Getting technical: Solar Multi Use Systems in Nepal

April 29, 2013

Fintan McLoughlin is currently providing technical support to Renewable World South Asia.  With a background as an Electrical Engineer, Fintan recently completed his PhD at Dublin Institute of Technology and was awarded the DIT Foundation’s Travel Scholarship in Renewable Energy. He is based at the Kathmandu office and is currently working on the Solar Multi Use Systems (MUS) programme, which provides water pumping for domestic use and micro irrigation. Here, Fintan gives us an insight into a week in the field as he joins a team with Renewable World’s local partners to visit Solar MUS sites.  

We leave Kathmandu with staff from technical partner Sustainable Energy Nepal’s (SEN) and, after the five hour drive to Pokhara, pick up staff from SAPPROS, a highly respected local Nepalese NGO working with Renewable World and iDE on this project.  It’s then about another two hour drive to the first of the solar MUS sites in Syangja district. Another team of technicians left six days previously to carry out the installation, so everything will be ready when we arrive.  
Left to right: commissioning the Solar MUS installation in Sirubari, Dilliram Regmi, chairman of Water Users ‘Committee and Raghav Shrestha (SEN); Inspecting solar photovoltaic panels in Sirubari; Rajman Shrestha (SAPPROS) inspecting the community water storage tank in Lamdanda
By 7am the next morning, after a quick cup of Chiyaa, we are trekking up the mountain to the solar panels. With the system installed and ready for operational testing, we wait for the sun to rise further.  The drive unit which controls the operation of the pump switches the system on when the solar radiation level reaches 33% (around 330Watt/m2).  We carry out some preliminary tests on the control panel and inspect the source storage tank.  At around 8.30am there is enough solar radiation for the controller to switch the pump on.  We measure the flow rate at the community tank which is recorded at just less than 1 litre per second – excellent for this early in the morning. As the morning progresses we continue to monitor the flow rate which remains steady.  Satisfied and with two more sites to visit over the next few days, we get ready to move on.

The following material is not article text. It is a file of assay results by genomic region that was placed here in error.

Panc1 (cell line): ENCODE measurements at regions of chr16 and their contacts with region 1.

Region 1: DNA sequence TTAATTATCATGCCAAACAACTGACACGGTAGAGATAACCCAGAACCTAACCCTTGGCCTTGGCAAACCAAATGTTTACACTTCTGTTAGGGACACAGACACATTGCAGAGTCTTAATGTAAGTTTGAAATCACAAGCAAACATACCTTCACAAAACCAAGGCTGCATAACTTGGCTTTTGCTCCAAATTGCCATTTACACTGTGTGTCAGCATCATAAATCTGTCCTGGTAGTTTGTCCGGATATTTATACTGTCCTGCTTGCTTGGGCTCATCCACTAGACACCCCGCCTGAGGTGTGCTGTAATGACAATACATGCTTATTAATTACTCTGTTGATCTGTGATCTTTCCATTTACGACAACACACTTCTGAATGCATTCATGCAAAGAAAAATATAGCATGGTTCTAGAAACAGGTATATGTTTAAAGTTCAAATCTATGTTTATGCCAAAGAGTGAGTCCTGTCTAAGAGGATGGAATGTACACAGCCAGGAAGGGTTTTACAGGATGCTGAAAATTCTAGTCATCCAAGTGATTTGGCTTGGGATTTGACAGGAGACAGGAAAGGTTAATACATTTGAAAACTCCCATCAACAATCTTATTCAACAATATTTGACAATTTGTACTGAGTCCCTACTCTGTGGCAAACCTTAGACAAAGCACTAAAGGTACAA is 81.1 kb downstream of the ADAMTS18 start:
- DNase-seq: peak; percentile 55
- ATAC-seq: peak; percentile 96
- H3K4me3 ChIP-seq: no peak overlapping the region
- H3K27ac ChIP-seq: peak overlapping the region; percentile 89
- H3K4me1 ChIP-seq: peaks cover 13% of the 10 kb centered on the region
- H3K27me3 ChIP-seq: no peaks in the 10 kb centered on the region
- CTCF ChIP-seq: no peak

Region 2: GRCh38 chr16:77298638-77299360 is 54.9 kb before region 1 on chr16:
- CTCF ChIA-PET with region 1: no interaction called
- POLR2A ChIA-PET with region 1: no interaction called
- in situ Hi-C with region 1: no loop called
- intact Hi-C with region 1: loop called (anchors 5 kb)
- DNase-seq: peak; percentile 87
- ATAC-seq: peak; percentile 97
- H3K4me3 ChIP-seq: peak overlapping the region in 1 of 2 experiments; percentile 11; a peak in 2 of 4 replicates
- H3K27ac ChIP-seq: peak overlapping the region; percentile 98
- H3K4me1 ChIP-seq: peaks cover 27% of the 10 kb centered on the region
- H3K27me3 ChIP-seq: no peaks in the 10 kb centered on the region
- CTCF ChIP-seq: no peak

Before we leave, Dilliram Regmi, a leading member off the community and chairman of the Water Users Committee, is keen to show us some of the farm produce he is growing through the micro-irrigation function of the Solar MUS.  He shows us a nursery where he is growing orange saplings for sale as well as numerous vegetables and fruit.  This is exactly the type of sustainable entrepreneurial enthusiasm that Renewable World is looking to attract and empower with clean, renewable energy and we are all encouraged by his acute business acumen.  The water pumped by the Solar MUS should help further develop similar micro-enterprises; generating income within this community.  We leave the village but not before the traditional presentation of the ceremonial Tika. It’s quite a send-off by the community and one I will never forget.
Left: left to right: Saroj Ghimire iDE, SAPPROS, Raghav Shrestha SEN, Rajman Shrestha SAPPROS and Fintan McLoughlin. 
Right: waiting for the water to pump at the community water storage tank in Lamdanda  
Over the next few days we dodge a bandha, or political general strike, to reach the remaining two sites. We see an innovative water collection from a rock face designed by SAPPROS and enlist some children to help with our measurements by getting into the tank and end up being thoroughly splashed. We manage to fine tune a system to bring it to optimal performance and hold a community meeting to stimulate discussion around local management of the new solar MUS.

With the community in Gulmi: back row 6th from left: Rajman Shrestha (SAPPROS), Fintan McLoughlin, Laxmi Devkota (iDE/SAPPROS), Sagun Pradhan (SEN), Raghav Shrestha (SEN)

I am very grateful DIT for the opportunity to work with Renewable World, as well as local partners iDE, SAPPROS and Sustainable Energy Nepal for the opportunity to visit these villages and meet with the community members whose lives are being transformed through the solar MUS projects.
For more from Fintan, visit his full blog on the DIT Foundation website.